How will they be feeling?
What will they be doing?
What will they be wanting?
A bicycle powered juice maker branded to cure a hangover could be a fun idea, or why not cycle around the campsite in the morning delivering free breakfast? If you’re going to be static, you’ll want to create incredible environments that tie in with the overall festival feel. Don’t be scared to see if you can co-brand specially made products with the actual festival. Think free samples, workshops, interactive experiences, games and fantastical spaces. Here are some examples to get you going.
EE tapped into a common millennial need. Access to WiFi. Thus, the EE #4GEE TRACTOR was born. Driving around Glastonbury, it created a hotspot for anyone within 10m of the tractor providing free WiFi for speedy 4G internet.
Glastonbury is on a farm which makes the tractor an apt choice of vehicle, EE constantly promotes its speed and millennials always want to be connected. Brilliant idea for EE.
Lacoste picked up on the most classic festival attire. Flower crowns. In this case, they had their own Lacoste Live Desert Pool Party at Coachella and had a huge budget, but this stall is a fun and easy way to get involved with festival-goers. Simply pick the flowers you want in your flower crown, and they’ll make it for you in exchange for a post on social media.
The classic festival look involves people covered in glitter with flowers in their hair. This campaign tapped into that by providing bespoke, handcrafted flower crowns. The exchange? A social media post that would boost brand awareness across the festival and the internet.
Right, so you’ve identified where your target audience will be and you’ve got an idea. Now you need to execute it. Here are some things to consider when creating your campaign.
Cost: Getting a stall at a festival can be very expensive. It can be useful to find other companies interested in the same market as you that are not direct competitors. You could share a stall which would split the costs. If the cost is still too high, consider looking into free festivals which will be a lot cheaper.
Giving: You need to give your consumers something to remember you by. Whether that is a great experience, a creative freebie (not a keychain or pen) or a limited edition product, you need to come up with something striking.
Taking: You’ve given them something (probably for free), you now need something in return. This is a great opportunity to collect emails or get social media follows and likes. Make sure you have an easy way of getting people to signup. This could be an iPad where they just need to login, like your page and logout again, or an easy to fill form for an email in exchange for a free sample.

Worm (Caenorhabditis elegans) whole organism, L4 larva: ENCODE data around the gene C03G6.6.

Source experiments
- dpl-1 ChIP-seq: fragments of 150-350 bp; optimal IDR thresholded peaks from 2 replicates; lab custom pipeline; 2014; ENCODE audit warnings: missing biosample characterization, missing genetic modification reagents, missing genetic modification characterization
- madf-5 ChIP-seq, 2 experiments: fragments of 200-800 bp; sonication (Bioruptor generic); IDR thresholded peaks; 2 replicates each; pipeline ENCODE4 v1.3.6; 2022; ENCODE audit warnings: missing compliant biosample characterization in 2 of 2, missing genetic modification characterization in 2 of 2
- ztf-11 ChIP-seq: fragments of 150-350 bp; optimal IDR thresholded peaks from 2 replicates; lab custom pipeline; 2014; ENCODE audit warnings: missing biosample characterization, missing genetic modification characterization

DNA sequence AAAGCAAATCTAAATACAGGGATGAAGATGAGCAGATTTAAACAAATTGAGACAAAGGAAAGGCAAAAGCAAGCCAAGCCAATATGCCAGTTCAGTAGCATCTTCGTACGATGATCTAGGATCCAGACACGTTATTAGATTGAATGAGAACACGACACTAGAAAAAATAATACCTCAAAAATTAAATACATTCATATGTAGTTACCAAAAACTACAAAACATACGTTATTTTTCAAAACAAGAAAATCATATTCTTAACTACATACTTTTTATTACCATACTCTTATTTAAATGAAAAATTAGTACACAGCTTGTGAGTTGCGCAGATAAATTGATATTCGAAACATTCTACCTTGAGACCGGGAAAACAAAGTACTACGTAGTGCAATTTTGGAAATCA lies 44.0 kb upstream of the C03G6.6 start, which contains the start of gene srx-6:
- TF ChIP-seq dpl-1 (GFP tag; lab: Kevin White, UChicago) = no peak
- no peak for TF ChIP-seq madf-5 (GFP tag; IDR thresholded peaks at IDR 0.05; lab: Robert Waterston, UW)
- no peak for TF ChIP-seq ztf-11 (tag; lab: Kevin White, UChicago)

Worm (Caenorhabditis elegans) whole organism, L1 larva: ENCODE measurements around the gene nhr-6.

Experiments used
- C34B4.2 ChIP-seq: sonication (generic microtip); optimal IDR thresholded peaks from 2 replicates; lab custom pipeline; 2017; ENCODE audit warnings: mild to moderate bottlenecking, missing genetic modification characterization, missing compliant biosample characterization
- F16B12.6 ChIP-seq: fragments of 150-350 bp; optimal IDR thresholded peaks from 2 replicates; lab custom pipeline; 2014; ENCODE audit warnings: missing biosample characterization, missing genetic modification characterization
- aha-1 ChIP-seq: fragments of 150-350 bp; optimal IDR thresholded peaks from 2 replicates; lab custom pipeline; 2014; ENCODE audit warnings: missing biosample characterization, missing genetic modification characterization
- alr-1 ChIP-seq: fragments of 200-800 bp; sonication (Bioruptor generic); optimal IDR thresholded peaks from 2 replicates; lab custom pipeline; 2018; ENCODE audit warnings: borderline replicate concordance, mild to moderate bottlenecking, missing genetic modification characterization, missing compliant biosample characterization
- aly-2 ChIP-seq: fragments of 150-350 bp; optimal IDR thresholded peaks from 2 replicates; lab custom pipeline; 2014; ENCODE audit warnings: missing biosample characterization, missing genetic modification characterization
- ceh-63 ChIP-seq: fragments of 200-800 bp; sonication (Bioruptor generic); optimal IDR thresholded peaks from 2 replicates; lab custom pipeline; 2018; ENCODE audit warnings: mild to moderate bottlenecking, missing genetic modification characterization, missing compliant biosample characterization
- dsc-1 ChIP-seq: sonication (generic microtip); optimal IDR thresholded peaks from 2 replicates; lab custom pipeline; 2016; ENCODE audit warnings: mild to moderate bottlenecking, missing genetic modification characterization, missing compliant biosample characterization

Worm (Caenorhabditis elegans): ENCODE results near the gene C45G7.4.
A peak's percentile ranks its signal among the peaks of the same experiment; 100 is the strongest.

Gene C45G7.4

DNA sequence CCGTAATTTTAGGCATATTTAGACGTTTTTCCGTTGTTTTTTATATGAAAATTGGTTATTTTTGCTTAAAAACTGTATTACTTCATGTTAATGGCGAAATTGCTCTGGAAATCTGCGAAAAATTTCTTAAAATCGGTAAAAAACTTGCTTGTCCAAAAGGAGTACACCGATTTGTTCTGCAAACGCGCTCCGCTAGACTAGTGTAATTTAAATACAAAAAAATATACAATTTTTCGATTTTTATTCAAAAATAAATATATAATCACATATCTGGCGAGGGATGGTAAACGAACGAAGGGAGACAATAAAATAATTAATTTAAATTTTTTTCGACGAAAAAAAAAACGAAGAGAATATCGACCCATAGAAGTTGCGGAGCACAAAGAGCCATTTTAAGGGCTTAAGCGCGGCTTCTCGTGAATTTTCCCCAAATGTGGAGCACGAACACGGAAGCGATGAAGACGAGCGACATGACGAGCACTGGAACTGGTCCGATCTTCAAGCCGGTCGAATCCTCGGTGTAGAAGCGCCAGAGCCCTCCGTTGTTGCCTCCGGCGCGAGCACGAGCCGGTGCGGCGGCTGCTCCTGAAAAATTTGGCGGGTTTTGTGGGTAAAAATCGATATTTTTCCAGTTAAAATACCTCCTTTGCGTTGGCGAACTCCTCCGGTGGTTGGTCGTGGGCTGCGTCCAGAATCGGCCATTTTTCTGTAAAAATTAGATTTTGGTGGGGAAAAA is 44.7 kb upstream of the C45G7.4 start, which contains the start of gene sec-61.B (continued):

Mobile: If you are doing anything that involves transactions, you’ll want it to be easy and mobile. Also excepting different forms of payment, such as cash or card, makes the festival-goers’ life so much simpler.
Remember, the festival culture has to be at the core of your campaign. Now you need to promote it.
Before, after and during the festival
A festival campaign isn’t just a 3-day job, it involves months of build up. You need to make sure you’re active on social media months before and after the event. Promote the festival and what festivalgoers are going to benefit from your presence. Start finding relevant hashtags and find out what the emotions and vibe of that particular event is. Try making a round-up video of your stall for Youtube after the event, Instagram during the event and Tweet and Facebook it before, during and after.
Whilst actually at the festival, get people to interact with your brand, monitor popular emotions and hashtags, and make sure you are permanently on social media to reply, mention and share what your users are engaging with.
Next you’ve got to get staff. Make sure they aren’t going just to get into a festival for free. You want enthusiastic people with a love for music, a belief in your product and good customer service skills. If they are new in the field, make sure you train them for various scenarios such as how to handle drunk people.
Was it worth it?
Lastly, you need to measure the success of your campaign. This way you can see if your festival campaign was worth the expenditure and decide whether to:
Go back to the same festival next year
Choose another festival where your brand might have more impact
Decide against festival brand awareness campaigns.
Festivals are a great place to get your brand out in front of thousands of people in a short space of time. This particular audience has a passion for music and thrive in the festival culture. Combine your brand with that power and you’ll have something really special.
The most successful campaigns are experiential marketing ones so get your creative cap on and start planning.